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Can diabetes lead to blindness?
Yes, Diabetes can lead to severe vision loss and blindness if left untreated. However, early detection and timely treatment can prevent or slow down its progression and preserve vision.
What are the treatment options for diabetic eye disease?

Treatment options for diabetic eye disease depend on the stage and severity of the condition. They may include laser to seal leaking blood vessels, eye injections of medication, and, in advanced cases, microsurgery to remove blood and scar tissue from the retina.


How often should I have my eyes checked for diabetic eye disease?

People with diabetes should have a comprehensive eye exam at least once a year. Regular eye exams help detect diabetic eye disease in its early stages when treatment is most effective.


Can diabetic eye disease be prevented?

While diabetic eye disease cannot always be prevented entirely, the risk of its development and progression can be reduced through regular eye exams, controlling blood sugar levels, blood pressure, and cholesterol, as well as leading a healthy lifestyle.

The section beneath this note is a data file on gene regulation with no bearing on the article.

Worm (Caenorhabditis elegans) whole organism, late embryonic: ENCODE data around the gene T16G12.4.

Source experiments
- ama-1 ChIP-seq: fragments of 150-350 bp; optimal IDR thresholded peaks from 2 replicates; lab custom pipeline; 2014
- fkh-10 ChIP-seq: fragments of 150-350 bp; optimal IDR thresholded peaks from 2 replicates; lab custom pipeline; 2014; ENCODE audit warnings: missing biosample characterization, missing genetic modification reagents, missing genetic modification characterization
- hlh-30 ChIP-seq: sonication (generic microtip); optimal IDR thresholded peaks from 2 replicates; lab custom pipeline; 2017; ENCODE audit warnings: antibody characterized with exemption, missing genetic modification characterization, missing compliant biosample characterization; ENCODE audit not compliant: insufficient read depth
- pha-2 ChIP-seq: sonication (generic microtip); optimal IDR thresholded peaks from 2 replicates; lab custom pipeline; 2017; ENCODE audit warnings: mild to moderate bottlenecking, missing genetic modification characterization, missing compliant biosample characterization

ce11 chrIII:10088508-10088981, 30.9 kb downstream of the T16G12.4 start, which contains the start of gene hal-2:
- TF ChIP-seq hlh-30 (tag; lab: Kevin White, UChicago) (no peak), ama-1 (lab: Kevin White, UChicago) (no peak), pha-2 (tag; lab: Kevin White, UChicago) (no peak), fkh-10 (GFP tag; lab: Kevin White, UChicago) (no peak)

Can cataracts cause glaucoma?
Glaucoma and cataracts are two separate eye conditions, and one does not directly cause the other. However, it is possible for a person to have both glaucoma and cataracts simultaneously, especially in older adults.


How can I reduce the risk of cataracts and glaucoma?
While some risk factors for cataracts and glaucoma are beyond your control (such as age and family history), you can reduce your risk by maintaining a healthy lifestyle, managing diabetes and blood pressure (if applicable), wearing UV-protective sunglasses, and scheduling regular eye exams.
Can glaucoma patients undergo laser cataract surgery?
In most cases, glaucoma patients can undergo laser-assisted cataract surgery. However, the decision will depend on the individual's specific eye condition and overall health, which the ophthalmologist will evaluate before recommending the appropriate treatment approach.
How is glaucoma managed after cataract surgery?
If you have glaucoma and undergo cataract surgery, your ophthalmologist will monitor your intraocular pressure (IOP) and may adjust your glaucoma medications or recommend additional glaucoma treatments if necessary.
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